Career Services

On-Campus Job Interviews Available

Career Services

Alumni Network
Alumni Services
Interest Inventory
Regional Alumni
Opportunities at School


Prominent Alumni

Brad Falchuk
Co-creator, writer, executive producer and director of Fox series "Glee"

Jeremy Foley
Athletics Director, University of Florida

Abigail P. Johnson
President and CEO of Fidelity Investments

Terry McGuire
Co-Founder of Polaris Venture Partners

Dorothy Wickenden
Executive editor, The New Yorker

John Grotzinger
Mission leader; project scientist in charge of the Mars Science Laboratory

Daniel L. Rosensweig
President and CEO, Chegg; former Pres./CEO of Guitar Hero

Academic Rating

Graduation Rates

Graduate in 4 years
Graduate in 5 years
Graduate in 6 years

Career Services

On-Campus Job Interviews Available

Career Services

Alumni Network
Alumni Services
Interest Inventory
Regional Alumni
Opportunities at School


ROI & Outcomes

Information from PayScale:

Median Starting Salary

Median Mid-Career Salary

Alumni with High Job Meaning

Return on Education (ROE) rating

Students Say

Students say HWS has “an extensive alumni network” that helps students find work after college. They also report excellent “access to great internships.” In fact, in 2014 HWS started a “guaranteed internship program” where every student of “good academic and social standing” who completes their Pathways Program is assured an internship or research experience. HWS provides a stipend if the internship is unpaid. Students also say Career Services is very good at “helping students access . . . jobs during and after graduation.” Payscale.com reports an average starting salary of $44,200 for HWS graduates and a mid-career average of $83,100.

Colleges that Create Futures

Hands-on Coursework

Hobart and William Smith Colleges are proud of their interdisciplinary curriculum, and students appreciate the freedom this unique approach affords them. “You have the freedom to design your own educational experience,” one international relations and political science major told us, echoing the feelings of many students in our survey. The curriculum is designed around eight learning goals focused on communication, critical thinking, quantitative reasoning, scientific inquiry, artistic expression, cultural understanding, ethical judgment and action, and an understanding of differences and inequalities. As the school explained, “Students work with faculty advisers to design a program of study that both meets their interests and fulfills the degree requirements.” Students easily recognize the value of such a curriculum. A writing and rhetoric major told us, “HWS is a strong academic institution that truly promotes educational growth and real learning. The interdisciplinary nature of the liberal arts is highlighted, and I know that my education here is worth something”; while a mathematics and economics major expressed gratitude for the “interdisciplinary education for a world which requires being able to think from many different perspectives.”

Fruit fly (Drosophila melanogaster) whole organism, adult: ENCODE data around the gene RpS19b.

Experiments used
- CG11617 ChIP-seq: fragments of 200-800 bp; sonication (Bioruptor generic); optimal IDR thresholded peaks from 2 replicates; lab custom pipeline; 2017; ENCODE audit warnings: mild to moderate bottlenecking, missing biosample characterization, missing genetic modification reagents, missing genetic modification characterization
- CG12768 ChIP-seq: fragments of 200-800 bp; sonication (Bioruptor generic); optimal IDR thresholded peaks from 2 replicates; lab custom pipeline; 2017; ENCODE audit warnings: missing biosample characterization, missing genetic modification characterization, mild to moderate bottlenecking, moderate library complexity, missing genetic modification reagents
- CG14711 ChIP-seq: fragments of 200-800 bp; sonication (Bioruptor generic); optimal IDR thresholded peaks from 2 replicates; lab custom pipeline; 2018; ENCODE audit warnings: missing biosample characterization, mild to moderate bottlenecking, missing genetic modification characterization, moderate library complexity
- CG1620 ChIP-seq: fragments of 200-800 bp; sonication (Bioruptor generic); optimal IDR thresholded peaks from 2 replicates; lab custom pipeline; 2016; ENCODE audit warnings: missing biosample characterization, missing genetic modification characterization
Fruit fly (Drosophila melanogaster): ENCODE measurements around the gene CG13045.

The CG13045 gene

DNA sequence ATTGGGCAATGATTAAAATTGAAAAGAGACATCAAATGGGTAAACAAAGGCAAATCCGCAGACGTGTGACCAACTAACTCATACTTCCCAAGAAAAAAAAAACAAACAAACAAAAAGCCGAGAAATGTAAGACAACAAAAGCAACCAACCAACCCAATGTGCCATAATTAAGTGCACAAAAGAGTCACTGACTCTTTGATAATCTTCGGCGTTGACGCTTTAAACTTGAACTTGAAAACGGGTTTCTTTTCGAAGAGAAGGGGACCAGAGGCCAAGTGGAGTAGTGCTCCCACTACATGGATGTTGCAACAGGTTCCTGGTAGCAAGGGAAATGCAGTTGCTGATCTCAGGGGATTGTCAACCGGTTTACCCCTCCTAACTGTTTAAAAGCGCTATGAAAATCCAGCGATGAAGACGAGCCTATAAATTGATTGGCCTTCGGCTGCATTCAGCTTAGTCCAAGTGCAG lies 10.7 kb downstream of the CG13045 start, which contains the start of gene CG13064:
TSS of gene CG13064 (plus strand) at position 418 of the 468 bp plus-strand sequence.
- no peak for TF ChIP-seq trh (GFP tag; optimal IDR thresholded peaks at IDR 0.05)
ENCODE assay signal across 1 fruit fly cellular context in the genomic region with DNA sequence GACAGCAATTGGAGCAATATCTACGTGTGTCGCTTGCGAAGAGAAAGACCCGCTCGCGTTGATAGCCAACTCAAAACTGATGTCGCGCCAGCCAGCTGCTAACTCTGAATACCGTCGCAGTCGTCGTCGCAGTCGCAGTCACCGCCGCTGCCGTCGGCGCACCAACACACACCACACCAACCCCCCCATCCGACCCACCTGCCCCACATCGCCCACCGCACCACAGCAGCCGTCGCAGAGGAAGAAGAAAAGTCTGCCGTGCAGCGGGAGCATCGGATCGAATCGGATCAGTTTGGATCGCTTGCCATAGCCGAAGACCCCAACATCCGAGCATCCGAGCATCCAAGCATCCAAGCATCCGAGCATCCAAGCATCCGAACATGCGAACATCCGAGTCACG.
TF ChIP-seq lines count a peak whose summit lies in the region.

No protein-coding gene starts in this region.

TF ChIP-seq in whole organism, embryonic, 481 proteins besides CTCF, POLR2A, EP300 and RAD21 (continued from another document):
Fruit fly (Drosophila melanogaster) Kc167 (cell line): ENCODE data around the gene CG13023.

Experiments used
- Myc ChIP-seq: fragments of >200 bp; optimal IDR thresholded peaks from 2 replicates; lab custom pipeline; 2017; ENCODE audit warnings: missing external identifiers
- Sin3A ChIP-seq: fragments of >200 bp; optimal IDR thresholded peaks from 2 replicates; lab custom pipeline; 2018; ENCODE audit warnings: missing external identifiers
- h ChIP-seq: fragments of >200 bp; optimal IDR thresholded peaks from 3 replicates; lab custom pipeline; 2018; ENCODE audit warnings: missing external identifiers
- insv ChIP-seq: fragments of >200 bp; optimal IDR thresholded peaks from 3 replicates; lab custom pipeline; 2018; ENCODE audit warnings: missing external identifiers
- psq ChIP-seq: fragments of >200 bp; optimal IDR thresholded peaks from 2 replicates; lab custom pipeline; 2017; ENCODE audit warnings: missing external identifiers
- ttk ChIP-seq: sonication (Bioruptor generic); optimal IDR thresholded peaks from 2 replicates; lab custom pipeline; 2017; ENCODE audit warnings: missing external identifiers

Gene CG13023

HWS’s purposefully interdisciplinary approach affects faculty as well as students. For example, Dr. Thomas Drennen has been the chair of economics and is now the chair of environmental studies. Does it seem strange that the chair of one department could be chair of another? Dr. Drennen says, not at all. “My area is: How do you solve environmental problems? I think that to do that you have to understand economics,” he explained. “We’re trying to make students understand what it means to be interdisciplinary.” Meanwhile Dr. Jack Harris offered this assessment of the school’s approach: “I describe HWS as a ‘culture of yes’—if a faculty member wants to try something new it is generally encouraged. There are so many examples—just look at our interdisciplinary offerings, or the different international programs (such as in Vietnam) that have sprouted from faculty initiatives. We often do the same for students, enabling them to create individual majors, and going out of our way to stretch the boundaries of learning.”
Service Learning